(From USCCB)

In his worldwide letter, Caritas in Veritate, “Love in Truth”,  Pope Benedict XVI writes, “We show our respect for the Creator by our stewardship of creation. Care for the earth …is a requirement of our faith. We are called to protect people (like the children at the garbage dump) and the planet, living our faith in relationship with all of God’s creation. This environmental challenge has fundamental moral and ethical dimensions that cannot be ignored.

The environment is God’s gift to everyone, and in our use of it we have a responsibility towards the poor, towards future generations and towards humanity as a whole. . . (Caritas in Veritate. #48, 51),

Here in North America, the Duwamish Chief Seattle articulated the plight of our home in his legendary letter:

Will you teach your children what we have taught our children? That the earth is our mother? What befalls the earth befalls all the sons and daughters of the earth.

This we know: All things are connected like the blood that unites us all. We did not weave the web of life, we are merely a strand in it. Whatever we do to the web, we do to ourselves.

What will we leave behind for the children of the earth, i criaturi, the created ones, who are our brothers and sisters, who at least, for now, play in garbage dumps?

5. children of Ebeye and garbage

The Sun-Drenched Cathedral

ola campaneria


I’ve never been a big “cathedral person.” While I could spend countless hours exploring Notre Dame de Paris or Le Saint Chapelle, American cathedrals have always seemed like cavernous imitations of the grand European episcopal seats. I do have a special affection for St. James Cathedral Basilica in Brooklyn and Immaculate Conception Cathedral in Albany, NY, mostly because they are smaller and more familiar, and probably because they have been the sites of many wonderful experiences in my liturgical life and career. All of this notwithstanding, I had wanted to visit the Cathedral of Our Lady of the Angels in Los Angeles, CA, since it was built. Hearing that my Art, Architecture and Environment guru, Richard Vosko, was involved in its planning only heightened my excitement at the prospect of seeing it.

I finally reached the downtown cathedral on October 11-how fitting!-the anniversary of the convening of the Second Vatican Council. After a completely stress-free parking experience, I proceeded out the Hill Street exit to find myself on a stunning, sun-drenched plaza bustling with activity, but filled with a reverent, peaceful feeling. I just didn’t know where to look first. The views, gardens, cafe, benches and tables, fountains and campaneria exuded a tranquil feeling of hospitality; it was exciting, yet inexplicably peaceful. People of all cultures, leaving English mass, heading to Spanish mass or just passing through on a glorious Sunday, nodded, embraced and greeted one another warmly. It was a community. I was enfolded in the sound of the music coming out from the liturgy inside, drawing all subtly into the mood. My heart said, “It is good to be here.”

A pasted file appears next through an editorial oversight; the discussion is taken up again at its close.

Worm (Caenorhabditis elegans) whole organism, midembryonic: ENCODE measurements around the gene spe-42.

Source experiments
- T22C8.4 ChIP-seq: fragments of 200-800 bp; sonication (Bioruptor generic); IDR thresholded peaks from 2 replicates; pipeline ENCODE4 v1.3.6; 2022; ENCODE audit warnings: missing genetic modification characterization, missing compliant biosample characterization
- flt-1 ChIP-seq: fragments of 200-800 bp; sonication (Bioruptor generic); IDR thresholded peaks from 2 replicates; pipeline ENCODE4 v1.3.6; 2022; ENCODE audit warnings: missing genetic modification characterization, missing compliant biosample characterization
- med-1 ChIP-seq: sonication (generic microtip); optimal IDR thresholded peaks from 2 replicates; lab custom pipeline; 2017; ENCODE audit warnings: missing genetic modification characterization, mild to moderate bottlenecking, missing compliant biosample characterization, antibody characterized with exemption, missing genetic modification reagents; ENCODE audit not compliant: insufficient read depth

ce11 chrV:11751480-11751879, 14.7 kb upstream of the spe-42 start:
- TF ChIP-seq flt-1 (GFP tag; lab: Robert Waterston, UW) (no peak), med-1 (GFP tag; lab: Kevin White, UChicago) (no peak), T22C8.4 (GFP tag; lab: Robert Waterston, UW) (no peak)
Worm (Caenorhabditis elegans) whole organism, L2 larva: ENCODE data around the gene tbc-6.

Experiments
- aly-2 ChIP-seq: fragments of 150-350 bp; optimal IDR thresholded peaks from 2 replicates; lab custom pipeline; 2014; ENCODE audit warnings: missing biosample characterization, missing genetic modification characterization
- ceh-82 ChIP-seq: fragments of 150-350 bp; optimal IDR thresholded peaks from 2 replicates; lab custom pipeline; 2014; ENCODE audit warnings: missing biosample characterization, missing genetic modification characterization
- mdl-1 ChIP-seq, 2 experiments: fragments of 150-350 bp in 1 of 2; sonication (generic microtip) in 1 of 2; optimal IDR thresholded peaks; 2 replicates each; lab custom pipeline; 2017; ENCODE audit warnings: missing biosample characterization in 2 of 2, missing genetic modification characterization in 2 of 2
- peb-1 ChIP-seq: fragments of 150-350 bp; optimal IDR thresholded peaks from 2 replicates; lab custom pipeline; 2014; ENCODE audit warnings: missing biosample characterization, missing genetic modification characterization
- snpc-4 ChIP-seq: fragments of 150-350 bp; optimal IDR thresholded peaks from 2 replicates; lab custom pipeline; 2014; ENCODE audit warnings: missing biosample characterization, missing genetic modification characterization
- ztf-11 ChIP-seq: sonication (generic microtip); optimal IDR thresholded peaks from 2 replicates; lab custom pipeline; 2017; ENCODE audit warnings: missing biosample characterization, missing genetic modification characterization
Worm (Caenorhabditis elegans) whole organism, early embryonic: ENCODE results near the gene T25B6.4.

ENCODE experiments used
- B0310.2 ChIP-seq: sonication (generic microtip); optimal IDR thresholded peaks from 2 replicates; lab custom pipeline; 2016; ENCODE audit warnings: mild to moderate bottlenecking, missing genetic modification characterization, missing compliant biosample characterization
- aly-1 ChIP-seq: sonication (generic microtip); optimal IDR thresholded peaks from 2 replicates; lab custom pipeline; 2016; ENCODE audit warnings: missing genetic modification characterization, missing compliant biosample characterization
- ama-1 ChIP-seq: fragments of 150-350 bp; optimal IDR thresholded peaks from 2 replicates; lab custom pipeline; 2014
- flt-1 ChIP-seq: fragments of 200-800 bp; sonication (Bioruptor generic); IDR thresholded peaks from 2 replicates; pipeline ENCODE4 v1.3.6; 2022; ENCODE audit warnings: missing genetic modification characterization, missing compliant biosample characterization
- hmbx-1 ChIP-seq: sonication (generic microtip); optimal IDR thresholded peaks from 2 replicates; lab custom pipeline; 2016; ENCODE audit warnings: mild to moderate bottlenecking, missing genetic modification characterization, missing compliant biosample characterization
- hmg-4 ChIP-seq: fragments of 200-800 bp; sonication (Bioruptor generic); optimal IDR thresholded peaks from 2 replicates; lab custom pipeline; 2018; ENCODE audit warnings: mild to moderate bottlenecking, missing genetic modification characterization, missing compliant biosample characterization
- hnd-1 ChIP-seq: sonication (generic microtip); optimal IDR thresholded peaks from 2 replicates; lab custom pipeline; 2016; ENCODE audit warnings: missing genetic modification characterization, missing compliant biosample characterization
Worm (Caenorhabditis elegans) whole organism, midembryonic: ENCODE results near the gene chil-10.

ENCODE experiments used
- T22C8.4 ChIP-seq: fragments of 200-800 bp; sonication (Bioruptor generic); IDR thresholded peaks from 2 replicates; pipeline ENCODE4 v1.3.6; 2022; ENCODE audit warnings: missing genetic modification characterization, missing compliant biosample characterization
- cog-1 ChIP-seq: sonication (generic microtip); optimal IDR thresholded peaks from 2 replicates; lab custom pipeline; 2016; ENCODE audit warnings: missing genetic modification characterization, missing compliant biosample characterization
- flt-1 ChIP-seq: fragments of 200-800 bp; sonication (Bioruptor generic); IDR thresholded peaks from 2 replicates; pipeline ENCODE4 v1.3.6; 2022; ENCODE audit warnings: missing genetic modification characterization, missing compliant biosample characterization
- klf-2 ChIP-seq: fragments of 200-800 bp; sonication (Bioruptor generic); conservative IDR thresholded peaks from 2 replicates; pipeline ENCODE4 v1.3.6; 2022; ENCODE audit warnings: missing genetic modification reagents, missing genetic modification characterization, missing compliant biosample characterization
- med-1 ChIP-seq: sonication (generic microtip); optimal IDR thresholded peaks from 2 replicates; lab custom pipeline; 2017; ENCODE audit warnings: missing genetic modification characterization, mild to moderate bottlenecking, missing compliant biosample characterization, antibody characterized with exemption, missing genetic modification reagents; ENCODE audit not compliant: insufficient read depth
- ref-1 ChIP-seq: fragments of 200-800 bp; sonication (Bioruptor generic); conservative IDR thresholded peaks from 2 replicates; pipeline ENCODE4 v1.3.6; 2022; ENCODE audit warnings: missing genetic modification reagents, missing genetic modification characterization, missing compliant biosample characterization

While I had arrived expecting to have time to “kill” before mass, I soon realized that I had better hurry to find a restroom before mass began. As I entered the chambered nautilus of corridors that embraced the worship space, I knew that I would be there exploring long after the liturgy concluded.

My elation exploded as mass began with a Rite of Acceptance into the Order of Catechumens, perfect for an old RCIA war horse like me! It was beautifully celebrated, enhanced with appropriate music, and drew everyone into sincere and enthusiastic participation. I could have died happy right at that moment! The liturgy continued without abandoning any of the promise of its opening rite, with a full choir, robed in emerald and white, booming pipe organ, graceful ministers and transparent and engaging presider.

I spent an extended amount of time in the worship space after mass, observing the Church and how the used and enjoyed the space. I’m not sure if there is a formal name for the basically-rectangular-but -widening -at-the-front shape of the church; it struck me as almost coffin-shaped (how appropriate for a people that plunges itself into the death of Christ!), but I’m sure that was just a fancy of mine.  However, the design allowed for smooth movement of people for a variety of liturgical and devotional activities and is very effective. A large number of people moved around the cruciform baptismal font, experiencing the velvety coolness of the water, blessing themselves and each other and collecting baptismal water to bring home for private devotions. Others waited in an orderly line to touch, embrace and experience the large crucifix on the sanctuary floor, all as the organist played on.  One little girl contemplatively gazed at the light that filtered gently through the alabaster windows.I was surrounded by the People of God in the community that spans the globe.


perp feltapestry